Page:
TRAFFIC: As Real As Movies Can Feel

Traffic is the movie so many Americans have waited for. It tells the real story of drug trafficking in America. The movie, starring Michael Douglas, centers around the trafficking industry of North America. When Robert Wakefield (Douglas) is named the new head of the DEA, he faces an insurmountable task in trying to subdue the drug problem.

The movie also takes the audience across the border into Mexico where the nuances of drug control are very difficult to say the least. It is even said at one point, “Law enforcement is an entrepreneurial industry in Mexico,” a statement attesting to the corruptness of that country’s police force.

I thought the movie was very entertaining and well detailed. One drug informant goes into detail on how he likes to “burn” CDs; also, there is a lot of political jargon in the movie. Eduardo Ruiz, a key witness in the trial of a cocaine distributor, tells the police guarding him, “You know, you guys remind of the Japanese soldiers out in the Pacific who think that World War II is still going on. Your government surrendered the drug war a long time ago.”

There is enough truth and common sense written into the movie to make you wonder if this wasn’t scripted from real life. The acting was impeccable, sans Catherine Zeta-Jones, whom I thought did the worst job of the cast. There were a lot of no-name actors who really stepped up and made this movie the treasure I hope it becomes.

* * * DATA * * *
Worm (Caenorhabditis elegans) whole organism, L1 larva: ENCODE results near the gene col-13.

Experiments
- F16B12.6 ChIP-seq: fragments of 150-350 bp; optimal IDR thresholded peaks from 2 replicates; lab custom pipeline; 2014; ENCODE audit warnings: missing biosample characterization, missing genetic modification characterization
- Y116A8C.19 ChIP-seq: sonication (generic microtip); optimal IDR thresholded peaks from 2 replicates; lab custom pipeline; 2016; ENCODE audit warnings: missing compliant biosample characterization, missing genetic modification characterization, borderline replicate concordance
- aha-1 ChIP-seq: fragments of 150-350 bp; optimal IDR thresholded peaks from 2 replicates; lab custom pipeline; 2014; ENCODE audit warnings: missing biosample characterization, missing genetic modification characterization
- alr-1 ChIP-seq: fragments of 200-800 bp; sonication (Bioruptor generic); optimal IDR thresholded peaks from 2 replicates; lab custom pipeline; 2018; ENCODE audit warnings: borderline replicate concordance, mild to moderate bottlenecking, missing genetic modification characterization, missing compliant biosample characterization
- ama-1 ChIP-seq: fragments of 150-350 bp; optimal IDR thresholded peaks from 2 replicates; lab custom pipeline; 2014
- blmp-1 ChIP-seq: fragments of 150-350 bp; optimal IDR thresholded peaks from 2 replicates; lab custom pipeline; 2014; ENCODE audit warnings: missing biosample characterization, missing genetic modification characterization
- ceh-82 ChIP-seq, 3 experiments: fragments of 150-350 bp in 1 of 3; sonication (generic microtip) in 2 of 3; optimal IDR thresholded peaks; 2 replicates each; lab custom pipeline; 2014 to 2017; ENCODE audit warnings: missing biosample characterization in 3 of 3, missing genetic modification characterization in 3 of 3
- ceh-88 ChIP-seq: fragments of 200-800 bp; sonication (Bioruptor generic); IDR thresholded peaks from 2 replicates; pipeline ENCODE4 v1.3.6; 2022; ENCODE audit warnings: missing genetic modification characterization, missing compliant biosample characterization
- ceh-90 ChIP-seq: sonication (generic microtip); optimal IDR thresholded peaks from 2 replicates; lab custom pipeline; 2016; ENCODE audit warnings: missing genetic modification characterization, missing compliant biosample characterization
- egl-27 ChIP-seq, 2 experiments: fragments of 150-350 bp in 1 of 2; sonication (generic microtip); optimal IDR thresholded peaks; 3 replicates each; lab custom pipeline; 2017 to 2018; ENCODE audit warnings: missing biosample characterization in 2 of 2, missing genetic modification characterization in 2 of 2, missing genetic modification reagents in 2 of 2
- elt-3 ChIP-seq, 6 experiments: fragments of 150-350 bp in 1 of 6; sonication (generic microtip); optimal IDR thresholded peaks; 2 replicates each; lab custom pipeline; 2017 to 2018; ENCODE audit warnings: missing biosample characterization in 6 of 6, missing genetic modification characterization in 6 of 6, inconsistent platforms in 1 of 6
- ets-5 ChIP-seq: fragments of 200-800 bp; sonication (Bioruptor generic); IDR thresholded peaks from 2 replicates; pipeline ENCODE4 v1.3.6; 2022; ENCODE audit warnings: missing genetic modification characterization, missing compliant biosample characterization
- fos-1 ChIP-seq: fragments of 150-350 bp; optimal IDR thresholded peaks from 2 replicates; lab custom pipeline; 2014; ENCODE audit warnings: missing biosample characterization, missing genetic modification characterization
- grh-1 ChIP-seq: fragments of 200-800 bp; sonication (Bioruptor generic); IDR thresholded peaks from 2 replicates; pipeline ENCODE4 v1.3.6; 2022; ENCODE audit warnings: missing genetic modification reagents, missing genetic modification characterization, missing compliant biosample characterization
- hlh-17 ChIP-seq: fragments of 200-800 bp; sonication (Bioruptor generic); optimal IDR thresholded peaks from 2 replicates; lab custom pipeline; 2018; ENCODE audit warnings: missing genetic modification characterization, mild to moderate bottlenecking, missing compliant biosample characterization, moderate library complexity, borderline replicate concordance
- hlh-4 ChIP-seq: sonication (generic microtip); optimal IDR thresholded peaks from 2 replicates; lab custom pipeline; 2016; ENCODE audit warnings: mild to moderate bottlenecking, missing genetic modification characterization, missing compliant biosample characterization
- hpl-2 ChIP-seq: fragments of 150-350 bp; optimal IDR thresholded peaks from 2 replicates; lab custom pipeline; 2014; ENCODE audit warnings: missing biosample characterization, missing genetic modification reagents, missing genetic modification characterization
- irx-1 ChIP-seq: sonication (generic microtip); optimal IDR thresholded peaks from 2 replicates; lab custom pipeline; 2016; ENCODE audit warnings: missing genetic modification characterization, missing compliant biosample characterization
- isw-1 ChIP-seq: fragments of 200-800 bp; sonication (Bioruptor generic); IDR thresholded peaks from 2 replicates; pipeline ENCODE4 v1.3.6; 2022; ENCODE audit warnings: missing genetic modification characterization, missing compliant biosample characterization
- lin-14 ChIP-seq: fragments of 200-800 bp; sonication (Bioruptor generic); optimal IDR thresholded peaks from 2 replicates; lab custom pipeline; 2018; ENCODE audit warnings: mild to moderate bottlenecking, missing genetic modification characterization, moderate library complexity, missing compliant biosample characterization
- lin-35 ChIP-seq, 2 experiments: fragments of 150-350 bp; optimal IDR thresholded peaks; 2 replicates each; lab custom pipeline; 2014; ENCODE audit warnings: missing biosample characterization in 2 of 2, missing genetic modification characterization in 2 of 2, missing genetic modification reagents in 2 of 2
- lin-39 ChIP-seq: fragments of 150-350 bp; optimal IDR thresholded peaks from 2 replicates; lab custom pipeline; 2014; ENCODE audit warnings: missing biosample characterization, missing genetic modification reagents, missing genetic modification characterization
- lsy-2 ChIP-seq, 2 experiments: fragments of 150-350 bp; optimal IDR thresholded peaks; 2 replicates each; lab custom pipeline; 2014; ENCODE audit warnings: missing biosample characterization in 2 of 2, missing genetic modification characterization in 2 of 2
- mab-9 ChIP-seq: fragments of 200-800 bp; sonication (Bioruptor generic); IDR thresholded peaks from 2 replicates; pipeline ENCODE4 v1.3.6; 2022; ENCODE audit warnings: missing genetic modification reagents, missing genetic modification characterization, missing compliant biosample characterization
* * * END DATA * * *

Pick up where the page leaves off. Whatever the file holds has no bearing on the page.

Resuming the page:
Traffic really looks at the drug problem in America with a cold eye and asks, “Is our 20 billion dollar a year drug policy really the answer?” It is a difficult question that each of us must answer for ourselves.

The story itself is a bit Hemingway-esque in that there is no visible conclusion, so that the viewer is allowed to guess what happens at the end. There were a lot of loose ends which we, the audience, did not see the conclusion to. I believe that had the effect of making the movie more exciting to think about and to give the audience a certain freedom in deciding what it wants to think from the movie.

Steve Soderbergh did a brilliant job directing this movie. I recommend going to see it at once!